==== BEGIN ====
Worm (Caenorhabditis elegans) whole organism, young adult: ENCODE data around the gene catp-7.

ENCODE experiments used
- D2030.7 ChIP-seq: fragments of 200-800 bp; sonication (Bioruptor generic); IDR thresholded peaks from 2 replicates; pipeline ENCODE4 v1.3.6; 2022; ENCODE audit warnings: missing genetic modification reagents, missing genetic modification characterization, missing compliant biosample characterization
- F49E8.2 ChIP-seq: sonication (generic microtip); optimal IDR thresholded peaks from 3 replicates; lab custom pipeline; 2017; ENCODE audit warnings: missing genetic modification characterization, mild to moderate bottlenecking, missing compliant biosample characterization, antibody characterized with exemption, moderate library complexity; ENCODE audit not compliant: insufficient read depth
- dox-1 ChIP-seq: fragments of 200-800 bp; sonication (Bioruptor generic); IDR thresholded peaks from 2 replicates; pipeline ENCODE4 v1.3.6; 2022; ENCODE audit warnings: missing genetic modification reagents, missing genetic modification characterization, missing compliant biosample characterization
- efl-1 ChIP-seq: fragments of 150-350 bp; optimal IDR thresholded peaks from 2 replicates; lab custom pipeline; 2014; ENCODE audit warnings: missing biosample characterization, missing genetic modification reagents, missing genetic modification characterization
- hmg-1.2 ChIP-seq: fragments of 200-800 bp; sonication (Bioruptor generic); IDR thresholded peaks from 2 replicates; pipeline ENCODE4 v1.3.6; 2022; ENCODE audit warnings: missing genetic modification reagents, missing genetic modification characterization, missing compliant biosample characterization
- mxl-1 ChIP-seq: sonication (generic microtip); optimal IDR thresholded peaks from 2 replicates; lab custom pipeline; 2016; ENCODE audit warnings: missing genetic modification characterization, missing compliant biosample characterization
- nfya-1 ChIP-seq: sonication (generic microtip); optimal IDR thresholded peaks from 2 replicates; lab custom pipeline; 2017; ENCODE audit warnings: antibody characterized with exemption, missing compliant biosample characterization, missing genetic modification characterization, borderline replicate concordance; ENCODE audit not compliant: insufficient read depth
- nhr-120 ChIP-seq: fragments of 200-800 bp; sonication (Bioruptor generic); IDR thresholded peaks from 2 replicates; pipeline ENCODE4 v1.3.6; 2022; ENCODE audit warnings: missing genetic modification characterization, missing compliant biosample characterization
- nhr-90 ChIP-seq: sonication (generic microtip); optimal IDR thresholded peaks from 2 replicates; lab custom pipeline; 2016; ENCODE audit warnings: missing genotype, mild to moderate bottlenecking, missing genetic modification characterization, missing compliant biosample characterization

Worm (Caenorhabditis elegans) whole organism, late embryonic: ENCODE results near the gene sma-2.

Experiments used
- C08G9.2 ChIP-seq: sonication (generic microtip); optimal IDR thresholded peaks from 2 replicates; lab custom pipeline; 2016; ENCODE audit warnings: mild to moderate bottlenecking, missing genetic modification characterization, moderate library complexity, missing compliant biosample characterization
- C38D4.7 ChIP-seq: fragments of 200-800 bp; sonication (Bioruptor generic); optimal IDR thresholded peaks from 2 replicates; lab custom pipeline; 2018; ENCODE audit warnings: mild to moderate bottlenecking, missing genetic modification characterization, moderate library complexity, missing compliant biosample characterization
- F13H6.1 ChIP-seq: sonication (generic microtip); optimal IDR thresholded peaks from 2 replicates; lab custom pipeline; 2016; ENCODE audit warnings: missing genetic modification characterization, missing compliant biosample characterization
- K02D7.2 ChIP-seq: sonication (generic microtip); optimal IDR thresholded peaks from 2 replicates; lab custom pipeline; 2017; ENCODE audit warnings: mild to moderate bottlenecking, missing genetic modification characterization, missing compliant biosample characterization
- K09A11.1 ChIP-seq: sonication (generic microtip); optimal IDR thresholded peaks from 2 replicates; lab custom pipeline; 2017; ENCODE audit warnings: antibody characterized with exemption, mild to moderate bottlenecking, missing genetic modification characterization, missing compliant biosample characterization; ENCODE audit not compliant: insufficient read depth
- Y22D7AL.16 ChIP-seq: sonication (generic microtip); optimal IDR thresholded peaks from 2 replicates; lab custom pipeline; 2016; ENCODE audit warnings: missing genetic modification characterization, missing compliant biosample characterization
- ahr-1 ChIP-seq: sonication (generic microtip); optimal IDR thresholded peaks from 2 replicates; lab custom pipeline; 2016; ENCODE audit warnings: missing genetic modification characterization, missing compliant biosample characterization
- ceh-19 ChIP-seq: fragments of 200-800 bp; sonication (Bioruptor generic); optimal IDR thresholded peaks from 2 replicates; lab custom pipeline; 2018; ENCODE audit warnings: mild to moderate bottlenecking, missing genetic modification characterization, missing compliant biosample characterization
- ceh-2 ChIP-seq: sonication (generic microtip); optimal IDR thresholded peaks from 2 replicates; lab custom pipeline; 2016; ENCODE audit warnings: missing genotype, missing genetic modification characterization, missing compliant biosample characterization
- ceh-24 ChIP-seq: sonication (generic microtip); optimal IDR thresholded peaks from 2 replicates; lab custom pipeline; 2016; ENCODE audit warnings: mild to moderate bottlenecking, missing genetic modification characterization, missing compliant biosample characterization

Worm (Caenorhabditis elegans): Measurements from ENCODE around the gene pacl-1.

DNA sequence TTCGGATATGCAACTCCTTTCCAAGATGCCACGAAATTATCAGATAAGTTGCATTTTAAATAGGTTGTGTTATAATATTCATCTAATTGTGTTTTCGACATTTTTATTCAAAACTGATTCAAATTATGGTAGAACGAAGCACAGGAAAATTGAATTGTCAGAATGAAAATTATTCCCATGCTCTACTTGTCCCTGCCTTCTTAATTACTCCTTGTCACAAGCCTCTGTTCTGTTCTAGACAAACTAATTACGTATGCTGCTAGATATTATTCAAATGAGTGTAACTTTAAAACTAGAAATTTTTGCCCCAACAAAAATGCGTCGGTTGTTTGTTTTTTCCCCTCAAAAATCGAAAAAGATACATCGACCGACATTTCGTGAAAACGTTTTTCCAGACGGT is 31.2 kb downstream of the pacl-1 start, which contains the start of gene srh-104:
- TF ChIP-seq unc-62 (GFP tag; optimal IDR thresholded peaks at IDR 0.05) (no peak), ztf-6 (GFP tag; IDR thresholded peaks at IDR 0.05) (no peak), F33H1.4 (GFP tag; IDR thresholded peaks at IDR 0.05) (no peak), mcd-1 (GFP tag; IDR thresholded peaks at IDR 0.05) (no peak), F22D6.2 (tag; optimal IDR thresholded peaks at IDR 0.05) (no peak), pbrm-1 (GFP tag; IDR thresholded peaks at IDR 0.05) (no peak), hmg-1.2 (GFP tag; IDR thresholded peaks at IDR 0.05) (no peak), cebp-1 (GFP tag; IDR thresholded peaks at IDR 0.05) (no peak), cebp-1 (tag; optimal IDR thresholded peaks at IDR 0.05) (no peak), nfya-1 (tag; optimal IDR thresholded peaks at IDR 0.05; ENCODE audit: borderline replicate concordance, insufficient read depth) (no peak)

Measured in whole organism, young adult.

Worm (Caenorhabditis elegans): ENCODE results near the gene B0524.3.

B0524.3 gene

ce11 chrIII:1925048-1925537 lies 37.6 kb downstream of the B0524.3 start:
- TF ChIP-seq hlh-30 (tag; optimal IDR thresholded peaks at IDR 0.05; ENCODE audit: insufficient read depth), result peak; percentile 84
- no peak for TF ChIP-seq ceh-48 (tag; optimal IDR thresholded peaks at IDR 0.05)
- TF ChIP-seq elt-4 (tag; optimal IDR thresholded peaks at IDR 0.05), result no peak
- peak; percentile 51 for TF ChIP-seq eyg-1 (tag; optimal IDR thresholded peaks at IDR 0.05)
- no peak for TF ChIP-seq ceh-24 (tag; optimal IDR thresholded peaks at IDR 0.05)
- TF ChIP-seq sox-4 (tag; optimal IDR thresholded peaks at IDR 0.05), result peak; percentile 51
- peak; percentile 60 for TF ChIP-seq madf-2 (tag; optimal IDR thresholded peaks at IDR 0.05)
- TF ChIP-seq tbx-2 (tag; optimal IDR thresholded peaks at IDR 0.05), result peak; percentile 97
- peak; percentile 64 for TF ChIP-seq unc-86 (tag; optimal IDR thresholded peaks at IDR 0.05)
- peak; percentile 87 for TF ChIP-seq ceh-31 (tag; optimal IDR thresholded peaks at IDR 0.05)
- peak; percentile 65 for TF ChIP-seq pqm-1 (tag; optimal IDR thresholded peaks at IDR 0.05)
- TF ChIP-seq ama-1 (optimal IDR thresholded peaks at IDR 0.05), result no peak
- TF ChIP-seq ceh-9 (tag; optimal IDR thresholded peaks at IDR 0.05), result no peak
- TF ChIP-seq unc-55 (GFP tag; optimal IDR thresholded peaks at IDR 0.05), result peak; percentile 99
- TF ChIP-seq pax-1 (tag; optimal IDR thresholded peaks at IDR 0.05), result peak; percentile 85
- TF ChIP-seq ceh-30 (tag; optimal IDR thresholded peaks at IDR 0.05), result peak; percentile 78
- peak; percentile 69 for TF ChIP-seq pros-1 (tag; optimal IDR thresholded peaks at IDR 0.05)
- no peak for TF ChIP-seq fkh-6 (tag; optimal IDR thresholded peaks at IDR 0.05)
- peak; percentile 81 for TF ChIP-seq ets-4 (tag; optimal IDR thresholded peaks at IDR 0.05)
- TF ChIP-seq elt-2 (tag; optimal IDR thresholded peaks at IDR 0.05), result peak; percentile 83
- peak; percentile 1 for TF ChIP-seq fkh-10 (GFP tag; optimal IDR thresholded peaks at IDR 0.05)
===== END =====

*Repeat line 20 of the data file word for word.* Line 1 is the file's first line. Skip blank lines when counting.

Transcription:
- ahr-1 ChIP-seq: sonication (generic microtip); optimal IDR thresholded peaks from 2 replicates; lab custom pipeline; 2016; ENCODE audit warnings: missing genetic modification characterization, missing compliant biosample characterization